HELP - Using Fill Flash in Harsh Sunlight

mwild

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Hey folks,

I haven't been on the forum for a while but I'm back, and with a question!

I'm fairly new to my speedlite and I'm really enjoying it, however I can't seem to master the fill flash in harsh/bright afternoon sunlight. I keep blowing out the images, they're way over exposed. I kept the flash at it's lowest number (1/32 I think?) and ISO was at 100. I tend to shoot in aperture priority, which is maybe the problem, but I hate fiddling with the settings when I'm in manual, I feel like it takes too much time as it's not quite 2nd nature to me yet.

Question: What would be the best setting to shoot in these conditions using fill flash?

Below is a photo I took using the fill flash, but I had to do too much post processing to bring down the exposure and fill in the light a little. I don't like relying so much on photoshop if I'm able to get it right through the camera.



NOVA 021 by ♠GollyWild, on Flickr
 

Tony S

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Your flash did nothing for this image, the light and settings on your camera were just too much for your flash to help at all.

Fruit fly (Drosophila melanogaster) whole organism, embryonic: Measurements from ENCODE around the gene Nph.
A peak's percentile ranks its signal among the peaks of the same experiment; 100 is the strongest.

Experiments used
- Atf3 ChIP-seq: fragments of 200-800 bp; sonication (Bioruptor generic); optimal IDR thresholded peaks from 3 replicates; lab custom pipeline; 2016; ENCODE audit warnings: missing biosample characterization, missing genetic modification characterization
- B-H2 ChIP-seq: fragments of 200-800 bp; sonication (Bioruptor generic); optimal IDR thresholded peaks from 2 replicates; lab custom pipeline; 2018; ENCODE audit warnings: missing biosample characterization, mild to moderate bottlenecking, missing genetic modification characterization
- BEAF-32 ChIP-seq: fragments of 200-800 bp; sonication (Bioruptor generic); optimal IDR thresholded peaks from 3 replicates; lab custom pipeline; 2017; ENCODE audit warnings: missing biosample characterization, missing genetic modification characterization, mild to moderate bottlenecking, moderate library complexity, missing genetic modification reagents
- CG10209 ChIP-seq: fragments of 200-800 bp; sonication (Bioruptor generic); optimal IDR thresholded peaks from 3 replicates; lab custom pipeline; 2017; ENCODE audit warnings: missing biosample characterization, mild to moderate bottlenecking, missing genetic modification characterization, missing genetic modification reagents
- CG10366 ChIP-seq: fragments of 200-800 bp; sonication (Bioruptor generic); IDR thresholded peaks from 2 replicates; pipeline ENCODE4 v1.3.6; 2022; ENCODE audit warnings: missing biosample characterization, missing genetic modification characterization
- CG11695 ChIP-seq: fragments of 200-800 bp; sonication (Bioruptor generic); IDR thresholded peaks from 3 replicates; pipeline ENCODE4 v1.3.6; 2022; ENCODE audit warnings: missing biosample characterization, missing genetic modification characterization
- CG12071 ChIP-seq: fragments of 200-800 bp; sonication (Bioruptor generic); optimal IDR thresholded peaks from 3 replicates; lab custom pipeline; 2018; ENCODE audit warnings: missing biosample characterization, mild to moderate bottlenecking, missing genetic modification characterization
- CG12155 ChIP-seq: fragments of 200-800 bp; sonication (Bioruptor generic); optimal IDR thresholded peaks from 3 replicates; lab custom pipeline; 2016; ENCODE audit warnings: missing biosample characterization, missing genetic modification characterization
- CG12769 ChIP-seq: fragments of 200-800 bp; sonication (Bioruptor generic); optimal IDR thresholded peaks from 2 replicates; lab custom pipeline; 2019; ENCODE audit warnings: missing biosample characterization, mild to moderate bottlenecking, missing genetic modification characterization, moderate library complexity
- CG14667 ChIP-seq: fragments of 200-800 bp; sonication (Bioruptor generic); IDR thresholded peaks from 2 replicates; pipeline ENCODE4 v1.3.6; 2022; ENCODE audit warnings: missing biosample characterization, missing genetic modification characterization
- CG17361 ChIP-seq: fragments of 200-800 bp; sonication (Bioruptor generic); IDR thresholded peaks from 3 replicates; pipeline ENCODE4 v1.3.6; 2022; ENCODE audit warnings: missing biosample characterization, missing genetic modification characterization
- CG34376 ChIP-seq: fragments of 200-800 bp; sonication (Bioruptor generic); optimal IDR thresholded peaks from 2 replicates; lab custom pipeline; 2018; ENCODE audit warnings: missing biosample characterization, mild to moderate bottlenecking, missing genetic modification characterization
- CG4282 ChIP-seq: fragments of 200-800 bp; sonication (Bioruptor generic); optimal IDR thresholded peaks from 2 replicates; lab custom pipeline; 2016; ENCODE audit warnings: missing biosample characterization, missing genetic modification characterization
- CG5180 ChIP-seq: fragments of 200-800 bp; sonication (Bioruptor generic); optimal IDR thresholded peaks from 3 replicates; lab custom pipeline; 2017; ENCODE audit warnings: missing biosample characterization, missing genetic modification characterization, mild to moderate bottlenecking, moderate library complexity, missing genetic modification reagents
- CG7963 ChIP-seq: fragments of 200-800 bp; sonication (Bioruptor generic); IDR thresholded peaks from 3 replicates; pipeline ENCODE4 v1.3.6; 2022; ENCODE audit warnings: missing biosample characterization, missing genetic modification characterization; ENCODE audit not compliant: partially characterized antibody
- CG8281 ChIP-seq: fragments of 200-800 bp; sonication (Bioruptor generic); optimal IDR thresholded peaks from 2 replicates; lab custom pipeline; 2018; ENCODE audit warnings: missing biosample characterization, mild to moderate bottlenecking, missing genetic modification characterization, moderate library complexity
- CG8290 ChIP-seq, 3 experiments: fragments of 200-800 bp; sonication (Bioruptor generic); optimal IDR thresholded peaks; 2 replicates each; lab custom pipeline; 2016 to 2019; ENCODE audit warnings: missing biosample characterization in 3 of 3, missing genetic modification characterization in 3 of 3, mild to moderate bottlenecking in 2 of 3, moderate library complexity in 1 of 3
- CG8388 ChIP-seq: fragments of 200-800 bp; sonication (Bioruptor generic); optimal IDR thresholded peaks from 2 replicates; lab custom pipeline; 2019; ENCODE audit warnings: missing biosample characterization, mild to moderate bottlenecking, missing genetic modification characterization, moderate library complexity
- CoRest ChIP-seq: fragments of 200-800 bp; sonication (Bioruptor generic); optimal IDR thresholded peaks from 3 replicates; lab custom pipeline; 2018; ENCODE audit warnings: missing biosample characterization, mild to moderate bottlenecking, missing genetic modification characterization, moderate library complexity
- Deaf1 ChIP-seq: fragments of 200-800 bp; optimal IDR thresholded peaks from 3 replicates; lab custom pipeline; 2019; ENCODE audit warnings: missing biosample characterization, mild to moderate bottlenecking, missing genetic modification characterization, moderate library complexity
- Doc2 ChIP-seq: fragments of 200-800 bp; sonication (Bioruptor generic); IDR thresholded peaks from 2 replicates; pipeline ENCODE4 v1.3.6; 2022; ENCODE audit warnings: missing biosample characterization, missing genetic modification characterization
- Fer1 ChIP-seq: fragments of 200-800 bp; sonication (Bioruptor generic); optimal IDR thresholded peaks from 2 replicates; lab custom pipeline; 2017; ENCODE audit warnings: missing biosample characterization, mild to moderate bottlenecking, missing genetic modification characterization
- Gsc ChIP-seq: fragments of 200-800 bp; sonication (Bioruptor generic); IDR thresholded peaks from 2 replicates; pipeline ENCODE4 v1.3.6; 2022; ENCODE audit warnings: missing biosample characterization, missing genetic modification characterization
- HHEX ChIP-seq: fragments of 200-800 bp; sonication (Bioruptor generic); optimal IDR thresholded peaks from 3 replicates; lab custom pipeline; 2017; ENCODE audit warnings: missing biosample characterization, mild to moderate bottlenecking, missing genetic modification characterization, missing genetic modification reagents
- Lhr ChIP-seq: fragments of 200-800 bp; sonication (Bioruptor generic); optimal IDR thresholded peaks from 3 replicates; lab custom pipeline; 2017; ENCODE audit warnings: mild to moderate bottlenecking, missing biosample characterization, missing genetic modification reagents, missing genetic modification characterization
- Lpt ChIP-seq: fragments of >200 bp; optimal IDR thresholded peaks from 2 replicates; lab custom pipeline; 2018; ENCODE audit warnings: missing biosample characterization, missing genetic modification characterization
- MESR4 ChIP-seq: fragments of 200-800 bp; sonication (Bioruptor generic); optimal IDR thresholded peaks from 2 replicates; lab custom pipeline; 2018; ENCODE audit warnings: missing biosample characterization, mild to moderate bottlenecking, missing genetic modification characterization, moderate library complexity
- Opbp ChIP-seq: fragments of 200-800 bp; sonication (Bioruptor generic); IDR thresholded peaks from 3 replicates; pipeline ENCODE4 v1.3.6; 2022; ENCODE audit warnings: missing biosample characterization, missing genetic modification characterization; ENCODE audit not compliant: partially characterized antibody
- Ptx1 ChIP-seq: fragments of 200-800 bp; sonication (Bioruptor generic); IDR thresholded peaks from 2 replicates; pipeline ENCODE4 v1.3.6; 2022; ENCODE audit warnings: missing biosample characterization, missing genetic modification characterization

Set your exposure for the background, then set your flash manually to fill your subjects. After you practice a bit you will get pretty good at estimating what manual power it would take to match things up. For this shot it almost looks like the flash did nothing for your exposure, the shot looks exposed for the subjects in the shadow area which is why the background is all blown out. You will not get the flash to sync up at a shutter speed of 1/2000 anyways, and the flash is not going to have enough power even in HSS to make up for that much light. Shooting at f1.8 didn't help you any either, lets in too much light and has too narrow of a DOF, which in this image looks like sharpest focus is on the tree and grass just behind the family.
 

Juga

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Your flash did nothing for this image, the light and settings on your camera were just too much for your flash to help at all.

Set your exposure for the background, then set your flash manually to fill your subjects. After you practice a bit you will get pretty good at estimating what manual power it would take to match things up. For this shot it almost looks like the flash did nothing for your exposure, the shot looks exposed for the subjects in the shadow area which is why the background is all blown out. You will not get the flash to sync up at a shutter speed of 1/2000 anyways, and the flash is not going to have enough power even in HSS to make up for that much light. Shooting at f1.8 didn't help you any either, lets in too much light and has too narrow of a DOF, which in this image looks like sharpest focus is on the tree and grass just behind the family.